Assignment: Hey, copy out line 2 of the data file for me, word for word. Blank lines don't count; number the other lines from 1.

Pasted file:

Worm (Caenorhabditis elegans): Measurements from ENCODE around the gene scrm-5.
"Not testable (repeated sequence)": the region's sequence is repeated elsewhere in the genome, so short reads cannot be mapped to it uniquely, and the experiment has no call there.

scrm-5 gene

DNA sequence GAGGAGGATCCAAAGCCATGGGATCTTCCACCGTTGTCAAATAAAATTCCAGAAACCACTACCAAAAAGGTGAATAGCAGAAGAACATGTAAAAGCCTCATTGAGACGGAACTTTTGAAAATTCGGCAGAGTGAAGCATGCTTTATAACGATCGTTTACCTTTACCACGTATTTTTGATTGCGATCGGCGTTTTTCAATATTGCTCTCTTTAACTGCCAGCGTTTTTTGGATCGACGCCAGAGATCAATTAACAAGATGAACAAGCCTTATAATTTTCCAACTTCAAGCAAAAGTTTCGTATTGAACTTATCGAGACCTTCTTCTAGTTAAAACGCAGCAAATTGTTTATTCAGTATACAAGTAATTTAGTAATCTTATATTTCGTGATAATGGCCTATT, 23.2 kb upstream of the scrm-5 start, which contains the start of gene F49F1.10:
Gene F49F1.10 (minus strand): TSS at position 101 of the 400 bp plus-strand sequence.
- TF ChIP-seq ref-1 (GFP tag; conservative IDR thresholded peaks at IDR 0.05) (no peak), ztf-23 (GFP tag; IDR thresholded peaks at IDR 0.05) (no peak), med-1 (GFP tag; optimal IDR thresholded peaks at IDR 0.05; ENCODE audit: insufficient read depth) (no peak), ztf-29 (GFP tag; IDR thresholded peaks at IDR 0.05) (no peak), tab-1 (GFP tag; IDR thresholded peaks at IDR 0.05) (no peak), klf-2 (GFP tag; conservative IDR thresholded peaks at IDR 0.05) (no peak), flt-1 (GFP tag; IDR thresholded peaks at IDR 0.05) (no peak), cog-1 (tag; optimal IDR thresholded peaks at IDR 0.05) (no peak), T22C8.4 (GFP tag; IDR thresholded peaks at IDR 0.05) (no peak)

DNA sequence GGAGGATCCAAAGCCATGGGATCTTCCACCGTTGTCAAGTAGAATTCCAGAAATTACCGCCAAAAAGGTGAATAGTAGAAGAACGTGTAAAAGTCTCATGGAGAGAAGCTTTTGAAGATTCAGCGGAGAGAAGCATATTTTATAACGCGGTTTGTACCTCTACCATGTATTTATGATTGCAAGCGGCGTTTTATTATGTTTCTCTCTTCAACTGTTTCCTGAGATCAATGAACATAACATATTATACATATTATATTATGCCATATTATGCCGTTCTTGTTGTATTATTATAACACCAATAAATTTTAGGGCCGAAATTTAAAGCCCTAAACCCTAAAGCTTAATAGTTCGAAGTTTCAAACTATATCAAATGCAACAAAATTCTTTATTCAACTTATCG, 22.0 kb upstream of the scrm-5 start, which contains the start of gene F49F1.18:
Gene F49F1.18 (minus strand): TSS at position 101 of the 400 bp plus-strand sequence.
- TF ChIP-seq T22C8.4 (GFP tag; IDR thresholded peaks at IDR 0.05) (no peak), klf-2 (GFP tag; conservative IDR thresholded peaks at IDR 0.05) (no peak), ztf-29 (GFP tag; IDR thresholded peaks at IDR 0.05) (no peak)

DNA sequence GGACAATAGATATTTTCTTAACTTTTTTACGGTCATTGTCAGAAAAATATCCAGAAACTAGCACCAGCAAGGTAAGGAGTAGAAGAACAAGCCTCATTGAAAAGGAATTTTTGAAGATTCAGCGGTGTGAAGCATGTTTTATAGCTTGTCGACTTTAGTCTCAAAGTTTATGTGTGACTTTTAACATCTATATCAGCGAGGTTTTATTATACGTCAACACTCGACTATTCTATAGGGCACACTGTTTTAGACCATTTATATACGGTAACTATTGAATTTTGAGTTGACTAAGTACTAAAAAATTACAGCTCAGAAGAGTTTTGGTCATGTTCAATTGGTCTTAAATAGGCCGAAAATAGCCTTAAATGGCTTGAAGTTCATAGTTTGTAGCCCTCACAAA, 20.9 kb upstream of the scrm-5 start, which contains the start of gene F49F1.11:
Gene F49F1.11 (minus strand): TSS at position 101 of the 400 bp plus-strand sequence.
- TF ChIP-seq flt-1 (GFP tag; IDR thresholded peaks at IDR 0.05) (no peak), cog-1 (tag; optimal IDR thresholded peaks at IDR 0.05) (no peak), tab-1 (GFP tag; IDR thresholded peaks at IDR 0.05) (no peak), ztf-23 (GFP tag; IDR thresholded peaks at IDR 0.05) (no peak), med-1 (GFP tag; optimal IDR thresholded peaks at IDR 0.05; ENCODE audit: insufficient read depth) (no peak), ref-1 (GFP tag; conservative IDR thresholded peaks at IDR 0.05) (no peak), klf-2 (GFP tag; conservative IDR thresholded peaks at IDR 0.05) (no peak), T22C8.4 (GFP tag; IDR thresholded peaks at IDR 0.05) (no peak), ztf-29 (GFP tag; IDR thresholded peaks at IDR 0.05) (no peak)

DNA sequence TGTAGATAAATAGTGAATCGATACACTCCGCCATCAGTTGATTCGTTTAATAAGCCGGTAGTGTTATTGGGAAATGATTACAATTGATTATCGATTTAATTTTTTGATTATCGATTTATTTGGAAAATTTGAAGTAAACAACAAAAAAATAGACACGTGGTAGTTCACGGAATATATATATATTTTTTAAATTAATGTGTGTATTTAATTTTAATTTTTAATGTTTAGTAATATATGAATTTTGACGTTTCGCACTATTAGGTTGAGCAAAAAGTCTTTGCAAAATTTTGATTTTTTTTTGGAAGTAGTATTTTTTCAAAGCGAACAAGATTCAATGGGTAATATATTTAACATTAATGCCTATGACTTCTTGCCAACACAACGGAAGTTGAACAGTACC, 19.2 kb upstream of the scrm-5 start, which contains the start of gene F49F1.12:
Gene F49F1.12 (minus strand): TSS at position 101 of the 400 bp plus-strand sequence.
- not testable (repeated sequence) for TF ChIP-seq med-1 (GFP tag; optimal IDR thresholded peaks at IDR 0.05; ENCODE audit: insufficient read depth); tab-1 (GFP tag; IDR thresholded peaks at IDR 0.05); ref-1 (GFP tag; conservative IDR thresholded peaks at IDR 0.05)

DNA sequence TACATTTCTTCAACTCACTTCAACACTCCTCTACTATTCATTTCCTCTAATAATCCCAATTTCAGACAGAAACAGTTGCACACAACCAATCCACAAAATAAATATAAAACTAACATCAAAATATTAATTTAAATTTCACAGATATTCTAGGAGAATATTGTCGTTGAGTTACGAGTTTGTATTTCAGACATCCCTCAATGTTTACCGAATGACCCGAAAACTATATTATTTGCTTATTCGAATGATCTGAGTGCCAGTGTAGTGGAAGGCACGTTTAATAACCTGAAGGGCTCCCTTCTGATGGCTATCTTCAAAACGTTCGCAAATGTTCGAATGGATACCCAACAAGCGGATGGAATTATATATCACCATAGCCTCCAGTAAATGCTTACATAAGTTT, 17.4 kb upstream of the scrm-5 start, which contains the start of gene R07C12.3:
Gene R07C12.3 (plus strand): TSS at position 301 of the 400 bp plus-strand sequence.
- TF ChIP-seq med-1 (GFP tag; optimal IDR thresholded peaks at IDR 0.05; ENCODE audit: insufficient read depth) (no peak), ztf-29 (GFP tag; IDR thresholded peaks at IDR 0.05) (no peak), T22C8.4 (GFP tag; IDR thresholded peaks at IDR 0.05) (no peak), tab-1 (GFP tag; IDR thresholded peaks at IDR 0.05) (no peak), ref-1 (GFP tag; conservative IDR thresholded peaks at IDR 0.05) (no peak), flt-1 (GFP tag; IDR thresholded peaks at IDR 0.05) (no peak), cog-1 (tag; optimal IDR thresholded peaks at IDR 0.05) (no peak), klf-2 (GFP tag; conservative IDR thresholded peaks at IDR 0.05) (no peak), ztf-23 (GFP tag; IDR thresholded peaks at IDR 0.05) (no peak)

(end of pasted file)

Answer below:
"Not testable (repeated sequence)": the region's sequence is repeated elsewhere in the genome, so short reads cannot be mapped to it uniquely, and the experiment has no call there.